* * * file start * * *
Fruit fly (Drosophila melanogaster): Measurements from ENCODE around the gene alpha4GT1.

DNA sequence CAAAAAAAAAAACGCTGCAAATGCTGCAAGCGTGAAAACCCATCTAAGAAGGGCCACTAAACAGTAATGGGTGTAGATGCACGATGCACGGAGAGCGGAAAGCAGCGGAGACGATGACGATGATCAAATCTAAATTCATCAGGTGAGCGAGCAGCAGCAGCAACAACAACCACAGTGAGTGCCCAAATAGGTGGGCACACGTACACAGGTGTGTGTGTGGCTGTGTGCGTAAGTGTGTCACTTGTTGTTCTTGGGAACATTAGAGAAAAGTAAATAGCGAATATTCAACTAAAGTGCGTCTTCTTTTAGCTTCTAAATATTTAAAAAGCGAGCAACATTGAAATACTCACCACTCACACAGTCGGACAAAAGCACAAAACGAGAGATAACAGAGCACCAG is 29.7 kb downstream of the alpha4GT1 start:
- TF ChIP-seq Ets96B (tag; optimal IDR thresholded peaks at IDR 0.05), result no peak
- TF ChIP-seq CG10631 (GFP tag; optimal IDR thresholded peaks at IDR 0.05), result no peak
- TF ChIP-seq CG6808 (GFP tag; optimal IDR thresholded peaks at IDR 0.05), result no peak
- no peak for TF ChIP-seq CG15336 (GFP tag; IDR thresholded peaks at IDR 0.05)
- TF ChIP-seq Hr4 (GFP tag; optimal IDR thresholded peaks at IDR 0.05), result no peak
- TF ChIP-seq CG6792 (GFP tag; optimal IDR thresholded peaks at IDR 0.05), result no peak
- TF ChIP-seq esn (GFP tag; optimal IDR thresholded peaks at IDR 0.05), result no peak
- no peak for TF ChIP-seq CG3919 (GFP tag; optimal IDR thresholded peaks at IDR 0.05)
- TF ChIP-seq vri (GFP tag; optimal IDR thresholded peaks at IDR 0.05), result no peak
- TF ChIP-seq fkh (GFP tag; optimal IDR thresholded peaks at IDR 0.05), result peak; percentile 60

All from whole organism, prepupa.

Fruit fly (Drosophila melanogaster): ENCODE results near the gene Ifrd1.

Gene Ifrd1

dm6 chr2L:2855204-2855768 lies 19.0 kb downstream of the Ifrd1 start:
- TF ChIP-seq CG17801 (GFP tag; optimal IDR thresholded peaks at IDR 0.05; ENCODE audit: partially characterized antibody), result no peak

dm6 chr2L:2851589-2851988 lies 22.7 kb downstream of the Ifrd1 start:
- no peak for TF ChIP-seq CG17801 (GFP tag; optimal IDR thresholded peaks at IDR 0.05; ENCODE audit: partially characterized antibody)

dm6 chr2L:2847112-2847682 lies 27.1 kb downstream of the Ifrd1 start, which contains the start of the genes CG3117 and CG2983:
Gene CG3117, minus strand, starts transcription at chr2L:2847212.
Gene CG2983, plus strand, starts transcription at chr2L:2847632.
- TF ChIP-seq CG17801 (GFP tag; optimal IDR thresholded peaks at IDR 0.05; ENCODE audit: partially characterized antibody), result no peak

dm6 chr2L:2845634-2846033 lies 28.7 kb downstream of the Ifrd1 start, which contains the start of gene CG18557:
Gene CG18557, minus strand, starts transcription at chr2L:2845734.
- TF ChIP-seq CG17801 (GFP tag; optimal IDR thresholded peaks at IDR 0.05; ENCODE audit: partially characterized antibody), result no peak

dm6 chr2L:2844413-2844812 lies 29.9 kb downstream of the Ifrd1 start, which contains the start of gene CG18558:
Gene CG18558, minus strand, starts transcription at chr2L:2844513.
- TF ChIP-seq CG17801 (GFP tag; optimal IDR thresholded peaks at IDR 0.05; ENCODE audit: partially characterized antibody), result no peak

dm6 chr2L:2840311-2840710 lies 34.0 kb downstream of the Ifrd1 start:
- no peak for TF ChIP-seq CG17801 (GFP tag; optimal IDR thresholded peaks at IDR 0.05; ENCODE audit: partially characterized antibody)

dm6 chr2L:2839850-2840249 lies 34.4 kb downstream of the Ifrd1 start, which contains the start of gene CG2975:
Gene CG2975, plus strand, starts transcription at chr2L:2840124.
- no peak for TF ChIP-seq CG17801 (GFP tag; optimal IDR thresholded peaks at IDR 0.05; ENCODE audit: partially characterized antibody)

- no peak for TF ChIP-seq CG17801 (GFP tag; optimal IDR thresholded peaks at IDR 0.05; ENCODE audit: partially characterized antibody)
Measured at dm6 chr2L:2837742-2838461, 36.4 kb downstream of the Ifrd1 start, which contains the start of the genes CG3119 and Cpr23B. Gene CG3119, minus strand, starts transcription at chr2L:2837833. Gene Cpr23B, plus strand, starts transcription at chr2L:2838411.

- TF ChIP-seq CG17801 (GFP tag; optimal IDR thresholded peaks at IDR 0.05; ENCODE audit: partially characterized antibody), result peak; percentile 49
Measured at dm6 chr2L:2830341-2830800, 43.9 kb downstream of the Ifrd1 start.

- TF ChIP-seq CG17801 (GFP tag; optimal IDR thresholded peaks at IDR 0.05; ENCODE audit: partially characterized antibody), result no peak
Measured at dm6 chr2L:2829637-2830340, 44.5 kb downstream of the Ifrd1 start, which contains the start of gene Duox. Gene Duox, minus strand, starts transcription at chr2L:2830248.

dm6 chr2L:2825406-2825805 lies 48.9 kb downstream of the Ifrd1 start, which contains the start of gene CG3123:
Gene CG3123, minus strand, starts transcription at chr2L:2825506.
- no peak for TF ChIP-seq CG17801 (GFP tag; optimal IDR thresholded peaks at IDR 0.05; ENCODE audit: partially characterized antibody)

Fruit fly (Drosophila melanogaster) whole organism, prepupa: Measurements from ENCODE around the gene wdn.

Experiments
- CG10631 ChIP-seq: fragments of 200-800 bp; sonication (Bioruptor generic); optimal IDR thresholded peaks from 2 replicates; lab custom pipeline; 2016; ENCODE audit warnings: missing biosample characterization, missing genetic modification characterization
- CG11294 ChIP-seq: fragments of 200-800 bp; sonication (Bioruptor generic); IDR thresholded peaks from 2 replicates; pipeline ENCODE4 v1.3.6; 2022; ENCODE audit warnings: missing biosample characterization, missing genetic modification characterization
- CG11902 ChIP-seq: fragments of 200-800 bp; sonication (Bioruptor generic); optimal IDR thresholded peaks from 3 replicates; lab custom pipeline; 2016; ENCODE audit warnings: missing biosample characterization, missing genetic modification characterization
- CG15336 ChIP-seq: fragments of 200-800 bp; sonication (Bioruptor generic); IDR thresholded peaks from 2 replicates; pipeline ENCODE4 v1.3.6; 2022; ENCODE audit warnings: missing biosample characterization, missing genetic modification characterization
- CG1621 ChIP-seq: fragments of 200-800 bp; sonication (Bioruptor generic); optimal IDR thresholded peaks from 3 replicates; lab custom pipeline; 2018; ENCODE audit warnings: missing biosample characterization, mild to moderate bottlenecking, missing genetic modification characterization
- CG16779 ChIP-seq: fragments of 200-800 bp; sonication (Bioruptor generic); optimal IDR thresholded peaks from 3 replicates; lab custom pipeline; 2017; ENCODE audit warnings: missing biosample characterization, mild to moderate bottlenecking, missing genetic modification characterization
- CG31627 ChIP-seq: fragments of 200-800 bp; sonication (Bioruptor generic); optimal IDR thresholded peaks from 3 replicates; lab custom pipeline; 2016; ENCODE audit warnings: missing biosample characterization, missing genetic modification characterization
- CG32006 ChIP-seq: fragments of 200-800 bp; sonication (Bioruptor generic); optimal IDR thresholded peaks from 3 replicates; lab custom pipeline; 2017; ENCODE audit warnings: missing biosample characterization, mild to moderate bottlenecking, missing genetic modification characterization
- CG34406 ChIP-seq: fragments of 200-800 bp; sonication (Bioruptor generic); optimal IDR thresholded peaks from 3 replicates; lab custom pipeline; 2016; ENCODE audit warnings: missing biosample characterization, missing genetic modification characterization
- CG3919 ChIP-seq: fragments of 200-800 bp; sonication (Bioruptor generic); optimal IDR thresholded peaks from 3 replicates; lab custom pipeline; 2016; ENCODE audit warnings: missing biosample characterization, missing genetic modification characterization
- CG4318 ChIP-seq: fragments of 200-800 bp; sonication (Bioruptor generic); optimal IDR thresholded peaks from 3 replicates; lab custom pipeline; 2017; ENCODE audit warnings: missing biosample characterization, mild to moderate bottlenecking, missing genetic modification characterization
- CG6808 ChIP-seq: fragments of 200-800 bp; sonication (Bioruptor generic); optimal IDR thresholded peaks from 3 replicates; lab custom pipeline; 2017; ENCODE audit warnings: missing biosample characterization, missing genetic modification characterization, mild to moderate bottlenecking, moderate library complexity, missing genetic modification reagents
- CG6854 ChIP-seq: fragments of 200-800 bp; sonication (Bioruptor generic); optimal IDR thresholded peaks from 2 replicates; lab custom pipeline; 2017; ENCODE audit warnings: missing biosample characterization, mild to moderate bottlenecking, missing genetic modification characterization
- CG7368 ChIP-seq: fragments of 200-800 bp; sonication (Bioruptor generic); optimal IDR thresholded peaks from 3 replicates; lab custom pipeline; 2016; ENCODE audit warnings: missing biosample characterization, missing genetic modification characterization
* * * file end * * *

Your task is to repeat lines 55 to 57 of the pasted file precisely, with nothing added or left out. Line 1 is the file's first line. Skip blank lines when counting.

- CG3919 ChIP-seq: fragments of 200-800 bp; sonication (Bioruptor generic); optimal IDR thresholded peaks from 3 replicates; lab custom pipeline; 2016; ENCODE audit warnings: missing biosample characterization, missing genetic modification characterization
- CG4318 ChIP-seq: fragments of 200-800 bp; sonication (Bioruptor generic); optimal IDR thresholded peaks from 3 replicates; lab custom pipeline; 2017; ENCODE audit warnings: missing biosample characterization, mild to moderate bottlenecking, missing genetic modification characterization
- CG6808 ChIP-seq: fragments of 200-800 bp; sonication (Bioruptor generic); optimal IDR thresholded peaks from 3 replicates; lab custom pipeline; 2017; ENCODE audit warnings: missing biosample characterization, missing genetic modification characterization, mild to moderate bottlenecking, moderate library complexity, missing genetic modification reagents